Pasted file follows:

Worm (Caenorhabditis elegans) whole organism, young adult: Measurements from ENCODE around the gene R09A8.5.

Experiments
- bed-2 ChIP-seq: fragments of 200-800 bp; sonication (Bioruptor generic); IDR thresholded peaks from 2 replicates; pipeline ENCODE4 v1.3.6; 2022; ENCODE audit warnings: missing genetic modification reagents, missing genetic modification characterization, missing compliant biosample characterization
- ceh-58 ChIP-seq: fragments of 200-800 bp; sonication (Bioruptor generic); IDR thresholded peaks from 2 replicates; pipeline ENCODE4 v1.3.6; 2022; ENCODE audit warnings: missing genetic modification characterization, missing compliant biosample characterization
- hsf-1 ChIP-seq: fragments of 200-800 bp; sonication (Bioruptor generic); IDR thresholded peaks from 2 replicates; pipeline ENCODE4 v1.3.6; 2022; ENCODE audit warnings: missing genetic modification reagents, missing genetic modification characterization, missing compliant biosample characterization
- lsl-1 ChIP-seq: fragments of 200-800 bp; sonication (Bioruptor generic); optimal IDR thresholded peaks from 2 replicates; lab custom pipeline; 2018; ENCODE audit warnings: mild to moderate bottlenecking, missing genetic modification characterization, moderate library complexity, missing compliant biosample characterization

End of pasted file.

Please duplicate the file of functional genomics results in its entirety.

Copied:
Worm (Caenorhabditis elegans) whole organism, young adult: Measurements from ENCODE around the gene R09A8.5.

Experiments
- bed-2 ChIP-seq: fragments of 200-800 bp; sonication (Bioruptor generic); IDR thresholded peaks from 2 replicates; pipeline ENCODE4 v1.3.6; 2022; ENCODE audit warnings: missing genetic modification reagents, missing genetic modification characterization, missing compliant biosample characterization
- ceh-58 ChIP-seq: fragments of 200-800 bp; sonication (Bioruptor generic); IDR thresholded peaks from 2 replicates; pipeline ENCODE4 v1.3.6; 2022; ENCODE audit warnings: missing genetic modification characterization, missing compliant biosample characterization
- hsf-1 ChIP-seq: fragments of 200-800 bp; sonication (Bioruptor generic); IDR thresholded peaks from 2 replicates; pipeline ENCODE4 v1.3.6; 2022; ENCODE audit warnings: missing genetic modification reagents, missing genetic modification characterization, missing compliant biosample characterization
- lsl-1 ChIP-seq: fragments of 200-800 bp; sonication (Bioruptor generic); optimal IDR thresholded peaks from 2 replicates; lab custom pipeline; 2018; ENCODE audit warnings: mild to moderate bottlenecking, missing genetic modification characterization, moderate library complexity, missing compliant biosample characterization